Cognitive dysfunction may affect whether the patient can return to work, balance a checkbook, or perform other tasks that involve organization and concentration.
Other Mental Health Problems
Critically ill patients may develop problems with falling or staying asleep. They may have nightmares and unwanted memories. Reminders of their illness may produce intense feelings or strong, clear images in their mind. Their reactions to these feelings may be physical or emotional.
Patients may also feel depressed and anxious, and may have symptoms of post-traumatic stress disorder (PTSD). These include having nightmares and unwanted memories, feeling “keyed up,” and wanting to avoid thinking or talking about their stay in the ICU.
After Leaving the ICU
If you are an ICU patient, the care team may diagnose you with PICS or determine you are at risk for developing it. They may refer you to other caregivers for support services after you leave the ICU. If not, these are possible warning signs:
Muscle weakness or problems with balance
Problems with thinking and memory
HOW DOES PICS AFFECT PEOPLE'S LIVES?
How Does PICS Affect Recovery?
Up to 50% of patients may return to work within the first year, but some may not be able to return to the jobs they had before their illness. Patients may need help with activities after leaving the hospital.
What Can Family Do to Minimize PICS?
If you are a family member, you may be able to minimize PICS by helping your critically ill family member stay “oriented”:
Talk about familiar things, people, and events.
Talk about the day, date, and time.
Bring in favorite pictures and items from home.
Read aloud at the bedside.
You can also keep a diary or journal and later review it with the care team and your family member. This may help your family member understand what happened, clear up some memories, and reduce stress.
Lastly, you can ask the care team to teach you how to help with your family member’s bedside exercises. Exercises prevent weakness by keeping the joints and muscles active. Patients should move their bodies as soon as they can and work with physical therapists, even while using a ventilator. Moving is also good for the brain.
How Does PICS Affect Family?
Critical illness is a family crisis. Feeling worried and confused can cause family members to stop tending to their own health. The care team may ask the family to make decisions about important, sometimes overwhelming matters. Because of this, 30% of family members may experience their own mental health problems, such as depression, anxiety, and PTSD.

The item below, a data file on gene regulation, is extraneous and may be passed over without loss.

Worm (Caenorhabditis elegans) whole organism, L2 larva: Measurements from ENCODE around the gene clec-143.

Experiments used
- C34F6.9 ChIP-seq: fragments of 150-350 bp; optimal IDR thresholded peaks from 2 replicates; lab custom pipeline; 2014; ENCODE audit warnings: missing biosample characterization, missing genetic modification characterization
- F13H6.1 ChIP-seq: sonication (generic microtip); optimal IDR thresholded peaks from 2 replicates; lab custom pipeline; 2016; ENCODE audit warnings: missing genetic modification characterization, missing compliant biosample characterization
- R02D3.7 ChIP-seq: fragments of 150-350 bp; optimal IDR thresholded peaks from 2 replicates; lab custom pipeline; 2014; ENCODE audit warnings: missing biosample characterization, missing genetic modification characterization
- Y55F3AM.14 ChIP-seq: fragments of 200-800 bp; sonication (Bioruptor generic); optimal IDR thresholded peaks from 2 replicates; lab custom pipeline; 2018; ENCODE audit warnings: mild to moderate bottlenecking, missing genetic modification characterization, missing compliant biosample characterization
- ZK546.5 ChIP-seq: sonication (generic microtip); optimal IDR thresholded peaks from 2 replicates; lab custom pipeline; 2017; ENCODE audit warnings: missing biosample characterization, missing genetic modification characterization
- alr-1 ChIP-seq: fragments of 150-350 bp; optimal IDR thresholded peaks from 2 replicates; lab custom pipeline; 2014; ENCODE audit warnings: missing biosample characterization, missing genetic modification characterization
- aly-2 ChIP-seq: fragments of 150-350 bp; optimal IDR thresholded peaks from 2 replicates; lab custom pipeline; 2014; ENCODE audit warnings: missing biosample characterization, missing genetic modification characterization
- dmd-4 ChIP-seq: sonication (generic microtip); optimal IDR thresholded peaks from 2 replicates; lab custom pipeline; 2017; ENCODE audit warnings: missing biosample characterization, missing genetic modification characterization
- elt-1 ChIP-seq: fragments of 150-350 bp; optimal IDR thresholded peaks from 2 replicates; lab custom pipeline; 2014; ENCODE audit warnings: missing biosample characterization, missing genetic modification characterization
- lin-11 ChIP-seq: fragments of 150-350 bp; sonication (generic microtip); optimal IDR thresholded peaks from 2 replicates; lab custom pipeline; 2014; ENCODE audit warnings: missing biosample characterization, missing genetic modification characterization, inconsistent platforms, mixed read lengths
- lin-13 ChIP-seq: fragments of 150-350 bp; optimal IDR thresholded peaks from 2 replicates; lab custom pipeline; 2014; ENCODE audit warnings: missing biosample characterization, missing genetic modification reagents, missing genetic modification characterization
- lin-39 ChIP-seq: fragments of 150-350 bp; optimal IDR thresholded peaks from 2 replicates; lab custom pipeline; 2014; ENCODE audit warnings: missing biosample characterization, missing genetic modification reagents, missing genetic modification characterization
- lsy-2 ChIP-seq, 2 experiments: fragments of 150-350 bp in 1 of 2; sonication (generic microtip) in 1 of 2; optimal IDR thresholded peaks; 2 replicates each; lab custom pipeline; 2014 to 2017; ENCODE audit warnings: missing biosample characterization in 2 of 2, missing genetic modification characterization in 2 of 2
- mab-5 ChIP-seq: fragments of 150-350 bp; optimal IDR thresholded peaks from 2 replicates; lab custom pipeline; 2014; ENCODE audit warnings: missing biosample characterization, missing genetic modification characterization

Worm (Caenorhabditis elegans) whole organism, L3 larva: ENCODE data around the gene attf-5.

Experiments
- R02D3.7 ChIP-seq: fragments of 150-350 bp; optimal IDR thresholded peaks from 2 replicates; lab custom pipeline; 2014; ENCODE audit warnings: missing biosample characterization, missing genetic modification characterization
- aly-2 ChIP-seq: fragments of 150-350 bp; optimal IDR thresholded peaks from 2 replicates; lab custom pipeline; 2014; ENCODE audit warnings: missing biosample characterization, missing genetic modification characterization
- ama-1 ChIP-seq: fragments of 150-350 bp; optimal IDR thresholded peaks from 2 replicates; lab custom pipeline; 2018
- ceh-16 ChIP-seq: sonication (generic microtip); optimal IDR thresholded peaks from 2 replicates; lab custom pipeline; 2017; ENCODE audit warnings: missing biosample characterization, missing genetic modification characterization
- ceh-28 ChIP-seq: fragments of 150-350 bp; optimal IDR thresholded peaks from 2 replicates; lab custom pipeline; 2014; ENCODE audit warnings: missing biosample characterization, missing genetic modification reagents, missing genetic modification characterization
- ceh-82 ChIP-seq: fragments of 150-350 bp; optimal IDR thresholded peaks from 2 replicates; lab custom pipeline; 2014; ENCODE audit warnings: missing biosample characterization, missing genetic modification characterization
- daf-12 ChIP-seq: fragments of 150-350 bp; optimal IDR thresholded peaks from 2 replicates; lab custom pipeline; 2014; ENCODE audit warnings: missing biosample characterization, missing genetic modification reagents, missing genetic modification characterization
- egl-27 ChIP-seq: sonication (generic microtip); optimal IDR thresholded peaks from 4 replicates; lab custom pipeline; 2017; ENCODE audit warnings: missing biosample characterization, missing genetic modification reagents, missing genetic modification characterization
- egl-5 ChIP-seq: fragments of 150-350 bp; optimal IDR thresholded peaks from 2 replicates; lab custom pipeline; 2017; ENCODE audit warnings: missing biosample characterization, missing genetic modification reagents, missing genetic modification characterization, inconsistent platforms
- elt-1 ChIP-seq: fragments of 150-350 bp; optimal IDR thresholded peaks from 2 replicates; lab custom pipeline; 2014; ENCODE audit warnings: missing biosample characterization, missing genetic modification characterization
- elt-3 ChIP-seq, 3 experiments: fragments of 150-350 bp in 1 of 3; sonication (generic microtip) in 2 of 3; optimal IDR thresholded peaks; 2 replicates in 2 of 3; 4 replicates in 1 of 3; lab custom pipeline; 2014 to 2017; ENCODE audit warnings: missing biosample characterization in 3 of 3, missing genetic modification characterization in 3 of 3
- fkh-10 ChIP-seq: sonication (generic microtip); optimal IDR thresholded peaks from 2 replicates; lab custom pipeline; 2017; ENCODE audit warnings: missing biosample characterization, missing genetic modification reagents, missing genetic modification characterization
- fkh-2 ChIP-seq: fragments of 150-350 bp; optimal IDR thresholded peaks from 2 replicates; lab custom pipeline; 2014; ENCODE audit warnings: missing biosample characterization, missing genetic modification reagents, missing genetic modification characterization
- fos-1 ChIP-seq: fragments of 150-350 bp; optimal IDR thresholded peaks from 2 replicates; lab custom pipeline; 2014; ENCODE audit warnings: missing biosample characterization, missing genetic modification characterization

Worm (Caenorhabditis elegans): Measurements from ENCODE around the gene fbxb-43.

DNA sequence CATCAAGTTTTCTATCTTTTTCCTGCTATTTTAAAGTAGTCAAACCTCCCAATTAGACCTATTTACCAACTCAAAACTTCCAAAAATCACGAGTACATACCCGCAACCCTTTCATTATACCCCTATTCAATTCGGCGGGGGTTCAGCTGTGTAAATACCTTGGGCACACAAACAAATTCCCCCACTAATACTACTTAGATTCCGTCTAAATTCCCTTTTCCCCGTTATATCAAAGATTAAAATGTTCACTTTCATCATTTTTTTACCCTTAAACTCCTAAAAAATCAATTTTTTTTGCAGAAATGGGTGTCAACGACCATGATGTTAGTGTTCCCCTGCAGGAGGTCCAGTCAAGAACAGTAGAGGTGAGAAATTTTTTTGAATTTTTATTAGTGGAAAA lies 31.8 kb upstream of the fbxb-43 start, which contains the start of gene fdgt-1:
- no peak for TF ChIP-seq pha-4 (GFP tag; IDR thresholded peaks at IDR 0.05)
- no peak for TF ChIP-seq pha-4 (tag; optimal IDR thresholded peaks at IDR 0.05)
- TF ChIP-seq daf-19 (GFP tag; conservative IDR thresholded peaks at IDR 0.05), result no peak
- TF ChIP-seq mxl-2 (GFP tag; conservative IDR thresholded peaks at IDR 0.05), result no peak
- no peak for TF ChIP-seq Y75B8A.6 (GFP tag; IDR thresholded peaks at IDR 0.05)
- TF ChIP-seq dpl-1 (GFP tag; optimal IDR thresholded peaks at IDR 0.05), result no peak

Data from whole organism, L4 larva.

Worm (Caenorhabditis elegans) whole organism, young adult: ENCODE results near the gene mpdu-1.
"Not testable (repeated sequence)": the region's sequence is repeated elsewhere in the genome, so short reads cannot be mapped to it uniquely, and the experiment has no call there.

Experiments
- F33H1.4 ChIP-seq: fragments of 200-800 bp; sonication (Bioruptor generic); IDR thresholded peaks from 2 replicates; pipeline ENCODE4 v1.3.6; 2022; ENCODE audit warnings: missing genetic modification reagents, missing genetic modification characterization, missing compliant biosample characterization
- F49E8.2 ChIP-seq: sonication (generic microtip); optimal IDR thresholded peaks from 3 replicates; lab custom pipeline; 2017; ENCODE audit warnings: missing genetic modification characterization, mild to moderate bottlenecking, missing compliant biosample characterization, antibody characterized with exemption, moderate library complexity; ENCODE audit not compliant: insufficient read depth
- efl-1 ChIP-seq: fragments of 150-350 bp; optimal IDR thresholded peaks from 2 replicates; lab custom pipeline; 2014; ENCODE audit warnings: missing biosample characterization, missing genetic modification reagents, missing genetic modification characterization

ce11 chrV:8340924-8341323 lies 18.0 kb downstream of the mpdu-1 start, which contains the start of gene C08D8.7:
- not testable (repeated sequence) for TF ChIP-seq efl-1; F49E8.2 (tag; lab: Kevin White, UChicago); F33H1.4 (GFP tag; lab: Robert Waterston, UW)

How Can Family Lower Their Chances of Developing PICS?
First and foremost, if you are a family member, take care of yourself. This cannot be stressed enough. Meeting your critically ill family member’s needs is a major part of care, but your needs are just as important. If you are well, you have the physical and emotional strength to support your family member and feel good about it. Eat well, get as much rest as possible, exercise, and seek support. The hospital has social workers, case managers, and pastoral caregivers who can help.
Take time to understand your family member’s illness and treatment options. Having this information will help you make decisions, feel confident about the decisions you make, and reduce stress. Ask questions, ask to meet with the care team, and keep a journal. Review the journal with a member of the care team whom you trust to make sense of what has happened and how you are responding to it. These actions can help you and the care team recognize and respect your family member’s wishes, values, and preferences as much as possible.
Participating in inpatient care is another way to support your family member and reduce stress. The bedside staff can suggest activities for those who want to be involved.
The Society of Critical Care Medicine ("SCCM") features a tremendous amount of information about PICS on its website. They also have produced a series of articles designed to explain PICS to lay-people. SCCM defines PICS as follows: